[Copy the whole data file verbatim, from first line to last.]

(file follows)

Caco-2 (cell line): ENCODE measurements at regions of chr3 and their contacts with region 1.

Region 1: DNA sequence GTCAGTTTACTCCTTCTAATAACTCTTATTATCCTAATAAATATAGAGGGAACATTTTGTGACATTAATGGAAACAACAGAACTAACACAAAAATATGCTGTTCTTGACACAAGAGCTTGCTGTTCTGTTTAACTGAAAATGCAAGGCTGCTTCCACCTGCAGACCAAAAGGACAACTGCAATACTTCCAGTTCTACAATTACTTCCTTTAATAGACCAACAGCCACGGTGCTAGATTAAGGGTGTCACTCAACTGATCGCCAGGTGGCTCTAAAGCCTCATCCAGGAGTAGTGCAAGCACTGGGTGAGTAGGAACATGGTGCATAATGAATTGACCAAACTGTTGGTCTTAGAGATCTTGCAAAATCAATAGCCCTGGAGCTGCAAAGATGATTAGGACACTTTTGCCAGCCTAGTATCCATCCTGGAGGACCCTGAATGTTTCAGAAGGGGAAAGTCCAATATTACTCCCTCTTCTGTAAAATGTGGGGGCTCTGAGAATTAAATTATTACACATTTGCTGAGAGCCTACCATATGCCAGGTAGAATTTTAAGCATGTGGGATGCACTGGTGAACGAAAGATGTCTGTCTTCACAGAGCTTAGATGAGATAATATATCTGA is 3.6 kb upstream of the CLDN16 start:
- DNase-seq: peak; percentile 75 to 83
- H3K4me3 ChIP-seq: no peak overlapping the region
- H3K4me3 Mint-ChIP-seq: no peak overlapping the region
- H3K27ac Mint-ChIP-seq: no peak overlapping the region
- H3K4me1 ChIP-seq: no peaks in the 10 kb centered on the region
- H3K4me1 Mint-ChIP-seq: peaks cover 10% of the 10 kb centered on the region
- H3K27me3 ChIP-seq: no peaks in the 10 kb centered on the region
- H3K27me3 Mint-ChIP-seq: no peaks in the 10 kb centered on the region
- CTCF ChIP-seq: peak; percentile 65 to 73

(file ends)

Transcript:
Caco-2 (cell line): ENCODE measurements at regions of chr3 and their contacts with region 1.

Region 1: DNA sequence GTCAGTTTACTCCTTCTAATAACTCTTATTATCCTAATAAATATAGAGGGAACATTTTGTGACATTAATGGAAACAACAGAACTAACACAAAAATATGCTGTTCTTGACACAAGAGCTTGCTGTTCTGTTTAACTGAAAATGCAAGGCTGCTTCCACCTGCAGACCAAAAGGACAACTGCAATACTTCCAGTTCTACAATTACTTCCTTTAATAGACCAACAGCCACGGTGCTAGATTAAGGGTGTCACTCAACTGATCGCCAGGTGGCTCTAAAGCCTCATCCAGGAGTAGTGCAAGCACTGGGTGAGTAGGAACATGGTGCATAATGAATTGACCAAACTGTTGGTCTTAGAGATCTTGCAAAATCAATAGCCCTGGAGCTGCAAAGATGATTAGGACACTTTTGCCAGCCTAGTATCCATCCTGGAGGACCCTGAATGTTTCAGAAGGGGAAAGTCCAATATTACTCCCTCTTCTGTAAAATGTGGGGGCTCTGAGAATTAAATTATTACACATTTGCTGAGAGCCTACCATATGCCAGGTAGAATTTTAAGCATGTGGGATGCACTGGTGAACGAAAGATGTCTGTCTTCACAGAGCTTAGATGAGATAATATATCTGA is 3.6 kb upstream of the CLDN16 start:
- DNase-seq: peak; percentile 75 to 83
- H3K4me3 ChIP-seq: no peak overlapping the region
- H3K4me3 Mint-ChIP-seq: no peak overlapping the region
- H3K27ac Mint-ChIP-seq: no peak overlapping the region
- H3K4me1 ChIP-seq: no peaks in the 10 kb centered on the region
- H3K4me1 Mint-ChIP-seq: peaks cover 10% of the 10 kb centered on the region
- H3K27me3 ChIP-seq: no peaks in the 10 kb centered on the region
- H3K27me3 Mint-ChIP-seq: no peaks in the 10 kb centered on the region
- CTCF ChIP-seq: peak; percentile 65 to 73